put off till tomorrow what you can do today, and if you procrastinate long enough, you may never have to do it.

  5. #30
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    I just Googled Origin of name and typed my mother's maiden name and my maiden name. Very interesting. Mostly English on father's side and German on mother's. My cousins are into geneaology and are in clubs andforums. I just contact them with questions.

  6. #31
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    There is a very interesting book called Coffin Ships which describes some of the conditions immigrants coming from Ireland (to escape the famine) endured in the mid 1800's.
    It was very rough indeed and many, many poor souls died en route. But conditions were so dire at home they were willing to risk it.
    I realize your ancestors came over later, as did mine, but interesting reading nevertheless.

  7. #32
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    Sure wish I could have asked my grandmother that...she was the only grandparent living when I was born. But she didn't speak Englisk, and I was young enough when she died that it wouldn't have occurred to me to ask her. My parents never shared that information. 😢

  8. #33
    Power Poster JuneBillie's Avatar
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    On my mother's side I have German decent, and on my father's side Irish. My maternal grand mother's maiden name was Oxier. I haven't heard that name around outside of my family. My maiden name is Tompkins, but many want to spell it like Thompson with an h after the T, but there is no h in it.

    Many names changed in spellings due to however some one interpreted the name through out time.

  9. #34
    Super Member leaha's Avatar
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    My gramps was a cabin boy on a sailing ship, from Scotland he sailed around the horn and past san Francisco in. 1905 the year before the earthquake, he jumped ship in Portland oregon he was twelve years old
    dare to dream

  10. #35
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    Family histories are so interesting......wish I, too, had asked questions of family members who had came over...lost forever information..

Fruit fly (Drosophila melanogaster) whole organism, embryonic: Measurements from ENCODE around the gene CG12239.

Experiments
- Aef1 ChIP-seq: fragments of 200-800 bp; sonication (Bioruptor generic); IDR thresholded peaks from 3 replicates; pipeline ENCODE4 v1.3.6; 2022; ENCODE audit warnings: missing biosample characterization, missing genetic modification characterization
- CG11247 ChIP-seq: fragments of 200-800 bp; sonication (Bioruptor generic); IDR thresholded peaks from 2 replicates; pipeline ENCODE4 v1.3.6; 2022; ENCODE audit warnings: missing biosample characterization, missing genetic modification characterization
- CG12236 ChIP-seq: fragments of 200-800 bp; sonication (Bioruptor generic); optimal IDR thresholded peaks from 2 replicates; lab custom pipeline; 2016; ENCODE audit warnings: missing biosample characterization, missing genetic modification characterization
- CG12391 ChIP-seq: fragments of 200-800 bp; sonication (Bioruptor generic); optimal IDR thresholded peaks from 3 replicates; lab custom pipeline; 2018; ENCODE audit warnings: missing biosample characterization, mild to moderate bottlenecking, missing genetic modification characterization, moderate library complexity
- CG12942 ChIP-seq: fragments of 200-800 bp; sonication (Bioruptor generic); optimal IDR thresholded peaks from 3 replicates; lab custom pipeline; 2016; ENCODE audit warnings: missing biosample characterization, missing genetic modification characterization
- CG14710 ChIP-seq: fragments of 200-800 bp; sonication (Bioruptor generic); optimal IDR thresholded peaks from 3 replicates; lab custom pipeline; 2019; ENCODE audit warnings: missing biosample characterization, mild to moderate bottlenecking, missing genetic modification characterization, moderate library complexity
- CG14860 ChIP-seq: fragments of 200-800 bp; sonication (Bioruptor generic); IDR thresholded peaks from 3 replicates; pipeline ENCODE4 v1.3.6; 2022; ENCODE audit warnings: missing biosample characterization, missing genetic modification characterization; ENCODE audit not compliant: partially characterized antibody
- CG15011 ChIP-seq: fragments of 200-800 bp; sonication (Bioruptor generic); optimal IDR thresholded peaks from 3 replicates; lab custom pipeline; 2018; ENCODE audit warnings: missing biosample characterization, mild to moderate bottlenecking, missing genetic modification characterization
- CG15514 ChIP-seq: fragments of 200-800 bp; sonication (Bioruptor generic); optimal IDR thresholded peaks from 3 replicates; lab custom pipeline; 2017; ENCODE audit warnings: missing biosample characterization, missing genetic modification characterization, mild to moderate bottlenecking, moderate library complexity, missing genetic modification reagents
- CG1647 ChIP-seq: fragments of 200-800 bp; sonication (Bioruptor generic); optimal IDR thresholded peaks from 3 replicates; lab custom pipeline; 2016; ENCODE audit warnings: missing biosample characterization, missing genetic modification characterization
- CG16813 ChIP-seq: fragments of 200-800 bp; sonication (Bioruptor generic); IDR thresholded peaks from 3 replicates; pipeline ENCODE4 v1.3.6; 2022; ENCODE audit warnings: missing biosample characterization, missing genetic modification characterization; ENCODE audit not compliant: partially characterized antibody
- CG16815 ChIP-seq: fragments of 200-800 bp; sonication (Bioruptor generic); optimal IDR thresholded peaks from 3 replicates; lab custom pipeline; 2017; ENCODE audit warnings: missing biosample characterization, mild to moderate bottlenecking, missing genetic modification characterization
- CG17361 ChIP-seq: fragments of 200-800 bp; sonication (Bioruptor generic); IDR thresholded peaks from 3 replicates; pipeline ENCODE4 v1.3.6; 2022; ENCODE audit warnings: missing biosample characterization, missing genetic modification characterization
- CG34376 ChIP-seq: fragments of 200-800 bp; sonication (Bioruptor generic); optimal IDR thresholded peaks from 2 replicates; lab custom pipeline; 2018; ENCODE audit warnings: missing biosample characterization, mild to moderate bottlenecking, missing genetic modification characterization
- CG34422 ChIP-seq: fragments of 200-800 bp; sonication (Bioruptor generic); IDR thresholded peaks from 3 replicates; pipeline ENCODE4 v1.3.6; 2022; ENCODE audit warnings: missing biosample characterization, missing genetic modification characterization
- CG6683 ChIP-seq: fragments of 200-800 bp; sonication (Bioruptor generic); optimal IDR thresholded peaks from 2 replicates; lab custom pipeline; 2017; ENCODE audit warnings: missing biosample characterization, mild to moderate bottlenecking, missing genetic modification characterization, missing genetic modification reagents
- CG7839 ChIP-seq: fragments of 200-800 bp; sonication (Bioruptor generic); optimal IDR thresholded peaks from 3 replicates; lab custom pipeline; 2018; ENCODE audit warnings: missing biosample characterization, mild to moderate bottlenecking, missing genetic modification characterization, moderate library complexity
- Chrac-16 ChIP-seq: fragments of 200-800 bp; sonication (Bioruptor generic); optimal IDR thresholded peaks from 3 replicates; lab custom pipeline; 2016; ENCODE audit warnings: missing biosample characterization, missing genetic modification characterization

11. #36
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    Re ancestrycom. Someone said if you go to the library you can use their account...don't know if that true, haven't tried it.

  12. #37
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    Quote Originally Posted by lynnie View Post
    I wasn't looking for my families history, I was wondering in general.
    very interesting facts some of you have relayed to me. I thank you all for your families histories.
    Luv quilts and cats, very interesting about the hull of the ship. I doubt people would go through
    these hard times now adays. THey were promised streets paved with gold, and got a lot of rocks.
    It was interesting to hear from some of you that the 'cruise' only took about 3 weeks. And we
    think our mail is slow nowadays. Thank you all for relaying your stories.
    You can see that a lot of people don't read the replies or remember what the OP wanted.
    I forgot to say that the trip for my great-grandparents and their three children took 16 days on the ship. They had missed the Cimbria, the boat on which they were suppose to sail. It had left port the day before they arrived so they had to wait three days for the next steamer, the Amerika, and live at a hotel till then--"a heavy drain on our purse." Later, when they were in Wisconsin, they learned that the Cimbria had gone down in the storm. Their relatives back in Germany thought they were on that ship, and were now lost.